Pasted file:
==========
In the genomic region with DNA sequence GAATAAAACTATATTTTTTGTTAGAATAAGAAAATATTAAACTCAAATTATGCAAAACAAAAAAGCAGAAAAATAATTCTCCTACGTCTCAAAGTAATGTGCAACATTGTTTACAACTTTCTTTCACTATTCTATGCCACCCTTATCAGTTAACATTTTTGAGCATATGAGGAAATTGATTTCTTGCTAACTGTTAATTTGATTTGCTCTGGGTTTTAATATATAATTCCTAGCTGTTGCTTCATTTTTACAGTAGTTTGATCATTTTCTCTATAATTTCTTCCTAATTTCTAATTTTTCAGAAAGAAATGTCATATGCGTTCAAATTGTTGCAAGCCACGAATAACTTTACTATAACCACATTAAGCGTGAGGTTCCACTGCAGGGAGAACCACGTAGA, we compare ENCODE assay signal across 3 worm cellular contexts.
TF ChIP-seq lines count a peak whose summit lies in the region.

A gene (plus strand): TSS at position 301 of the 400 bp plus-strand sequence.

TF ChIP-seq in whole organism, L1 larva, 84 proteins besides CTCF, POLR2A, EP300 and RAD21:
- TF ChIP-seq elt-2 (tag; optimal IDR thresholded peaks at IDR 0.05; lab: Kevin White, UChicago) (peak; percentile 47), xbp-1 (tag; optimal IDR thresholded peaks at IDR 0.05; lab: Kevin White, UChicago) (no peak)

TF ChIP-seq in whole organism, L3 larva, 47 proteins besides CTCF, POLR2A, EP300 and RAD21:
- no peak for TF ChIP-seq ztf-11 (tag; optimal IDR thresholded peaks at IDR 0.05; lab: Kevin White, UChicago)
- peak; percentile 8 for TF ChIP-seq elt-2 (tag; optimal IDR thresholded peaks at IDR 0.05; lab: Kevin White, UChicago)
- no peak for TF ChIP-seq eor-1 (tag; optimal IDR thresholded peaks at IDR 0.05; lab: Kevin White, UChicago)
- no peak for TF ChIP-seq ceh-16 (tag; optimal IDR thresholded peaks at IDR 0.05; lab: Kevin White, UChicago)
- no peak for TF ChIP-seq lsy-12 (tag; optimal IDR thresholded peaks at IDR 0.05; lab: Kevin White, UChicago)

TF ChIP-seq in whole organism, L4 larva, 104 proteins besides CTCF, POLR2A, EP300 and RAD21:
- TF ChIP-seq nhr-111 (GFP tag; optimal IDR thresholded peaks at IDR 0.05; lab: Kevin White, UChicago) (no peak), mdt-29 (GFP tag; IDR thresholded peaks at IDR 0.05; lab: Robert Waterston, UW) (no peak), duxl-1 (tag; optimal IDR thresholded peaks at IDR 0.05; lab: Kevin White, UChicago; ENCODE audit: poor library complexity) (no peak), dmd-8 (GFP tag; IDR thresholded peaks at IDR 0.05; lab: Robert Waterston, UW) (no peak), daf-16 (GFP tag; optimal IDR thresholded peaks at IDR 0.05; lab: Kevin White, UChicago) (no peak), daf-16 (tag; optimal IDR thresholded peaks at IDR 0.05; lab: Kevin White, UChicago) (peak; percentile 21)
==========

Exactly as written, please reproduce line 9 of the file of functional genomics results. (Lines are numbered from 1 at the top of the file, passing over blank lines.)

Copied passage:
- no peak for TF ChIP-seq eor-1 (tag; optimal IDR thresholded peaks at IDR 0.05; lab: Kevin White, UChicago)